Israeli Prime Minister Benjamin Netanyahu has remained defiant in the face of a long-awaited police recommendation that he be charged with corruption, an announcement that threatens to end his political career.
After an investigation lasting more than a year, police said on Tuesday night that the leader should face charges over allegedly receiving lavish and “inappropriate” gifts from wealthy supporters and the reported bribing of a newspaper publisher for favourable coverage.
Mr Netanyahu spoke to the country in a live televised address immediately after the news broke, reassuring the Israeli people that the police were on a “witch hunt” against him.
“I will continue to lead the state of Israel responsibly and loyally as long as you, the citizens of Israel, choose me to lead you,” he said, vowing to remain in office and hinting he may even seek re-election.
There appears to be no immediate political fall out for the embattled leader: his coalition government remains intact after most of the cabinet issued statements of support.
Opposition politicians, meanwhile, called for Mr Netanyahu to resign and urged his allies to abandon his government – a fate that befell Prime Minister Ehud Olmert after he faced indictments for accepting bribes and for obstruction of justice.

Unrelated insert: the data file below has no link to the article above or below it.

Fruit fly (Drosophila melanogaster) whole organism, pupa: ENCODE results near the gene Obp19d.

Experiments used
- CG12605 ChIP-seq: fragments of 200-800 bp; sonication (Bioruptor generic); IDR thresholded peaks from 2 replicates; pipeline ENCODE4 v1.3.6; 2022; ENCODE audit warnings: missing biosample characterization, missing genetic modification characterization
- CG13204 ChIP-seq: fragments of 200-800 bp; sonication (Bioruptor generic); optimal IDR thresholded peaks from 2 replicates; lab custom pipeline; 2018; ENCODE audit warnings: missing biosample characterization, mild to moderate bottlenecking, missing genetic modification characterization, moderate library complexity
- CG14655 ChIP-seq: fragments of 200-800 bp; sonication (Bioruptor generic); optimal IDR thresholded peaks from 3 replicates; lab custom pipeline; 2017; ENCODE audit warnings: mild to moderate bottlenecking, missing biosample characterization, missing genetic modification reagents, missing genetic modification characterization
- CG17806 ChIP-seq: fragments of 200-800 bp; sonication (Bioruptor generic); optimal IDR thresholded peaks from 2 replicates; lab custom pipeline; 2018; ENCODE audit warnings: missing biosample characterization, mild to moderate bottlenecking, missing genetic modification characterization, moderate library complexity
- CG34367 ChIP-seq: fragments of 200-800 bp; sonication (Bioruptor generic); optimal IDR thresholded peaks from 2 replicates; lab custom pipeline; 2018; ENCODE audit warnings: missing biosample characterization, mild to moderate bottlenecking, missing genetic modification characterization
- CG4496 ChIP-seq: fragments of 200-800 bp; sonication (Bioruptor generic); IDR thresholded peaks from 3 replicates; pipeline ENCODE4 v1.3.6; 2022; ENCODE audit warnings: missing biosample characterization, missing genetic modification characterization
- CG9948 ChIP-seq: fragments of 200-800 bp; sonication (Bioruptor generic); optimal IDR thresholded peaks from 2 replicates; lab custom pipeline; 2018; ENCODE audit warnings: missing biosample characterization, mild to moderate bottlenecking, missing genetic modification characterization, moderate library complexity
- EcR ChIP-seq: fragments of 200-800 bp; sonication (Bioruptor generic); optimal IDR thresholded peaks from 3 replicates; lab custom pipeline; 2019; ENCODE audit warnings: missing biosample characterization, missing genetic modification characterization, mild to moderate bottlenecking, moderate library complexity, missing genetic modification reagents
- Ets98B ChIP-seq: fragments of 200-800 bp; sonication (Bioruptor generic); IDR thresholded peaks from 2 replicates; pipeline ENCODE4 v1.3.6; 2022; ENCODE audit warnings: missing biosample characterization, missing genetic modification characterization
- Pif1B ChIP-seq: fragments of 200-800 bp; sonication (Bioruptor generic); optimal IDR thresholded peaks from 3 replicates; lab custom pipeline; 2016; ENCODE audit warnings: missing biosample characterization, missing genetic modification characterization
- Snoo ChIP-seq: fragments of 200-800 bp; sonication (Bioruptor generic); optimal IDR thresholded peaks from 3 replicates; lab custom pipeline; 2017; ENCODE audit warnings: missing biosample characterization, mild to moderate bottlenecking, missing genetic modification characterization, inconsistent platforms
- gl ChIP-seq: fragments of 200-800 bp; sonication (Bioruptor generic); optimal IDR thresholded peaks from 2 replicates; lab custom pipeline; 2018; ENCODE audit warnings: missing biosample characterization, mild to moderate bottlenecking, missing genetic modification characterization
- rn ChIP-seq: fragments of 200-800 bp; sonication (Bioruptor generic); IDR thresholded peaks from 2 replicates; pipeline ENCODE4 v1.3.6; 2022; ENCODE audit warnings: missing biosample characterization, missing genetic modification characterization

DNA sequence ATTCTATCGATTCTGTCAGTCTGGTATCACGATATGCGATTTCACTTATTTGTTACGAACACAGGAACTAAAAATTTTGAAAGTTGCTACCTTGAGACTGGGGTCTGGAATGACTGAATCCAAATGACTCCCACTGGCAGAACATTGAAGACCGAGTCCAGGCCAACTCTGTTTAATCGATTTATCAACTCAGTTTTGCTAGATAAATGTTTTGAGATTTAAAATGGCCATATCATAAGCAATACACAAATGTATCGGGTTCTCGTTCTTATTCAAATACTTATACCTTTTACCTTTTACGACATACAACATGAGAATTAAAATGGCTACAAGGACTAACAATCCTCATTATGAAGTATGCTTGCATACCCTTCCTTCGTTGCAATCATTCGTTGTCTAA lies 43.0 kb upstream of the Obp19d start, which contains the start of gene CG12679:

On Wednesday Mr Netanyahu continued with his schedule as normal. Speaking at a local government meeting in Tel Aviv, he shrugged off the allegations, saying that “the truth will come to light and nothing will come of this”.
“After I read the recommendations report, I can say that this is a biased, extreme document full of holes, like Swiss cheese, and doesn’t hold water,” the Prime Minister added.
Police first talked to Mr Netanyahu at his Jerusalem home on 1 January 2017 as part of a huge corruption sting involving more than 50 influential Israeli business leaders and other public figures.
A statement said the investigation, known as “File 1,000”, found sufficient evidence to indict him over allegedly accepting almost $300,000 (£217,000) in gifts such as champagne and cigars from Hollywood producer Arnon Milchan and Australian billionaire James Packer.
In the second case, known as “File 2,000”, Mr Netanyahu reportedly asked Arnon Mozes, the publisher of daily Yediot Ahronot, for positive coverage in exchange for promoting legislation weakening a free newspaper that had cut into Yediot’s business.
Mr Netanyahu has been in the same position twice before, in 1997 and 2000. Despite police recommendations, on both occasions prosecutors decided not to bring charges.
The new cases were widely perceived to have reached a turning point after the leader’s former chief of staff, Ari Harow, agreed to turn state’s witness in August.
The potential charges will now be referred to Israel’s attorney general’s office which will decide whether to prosecute the prime minister. Reviewing the material is expecting to take months.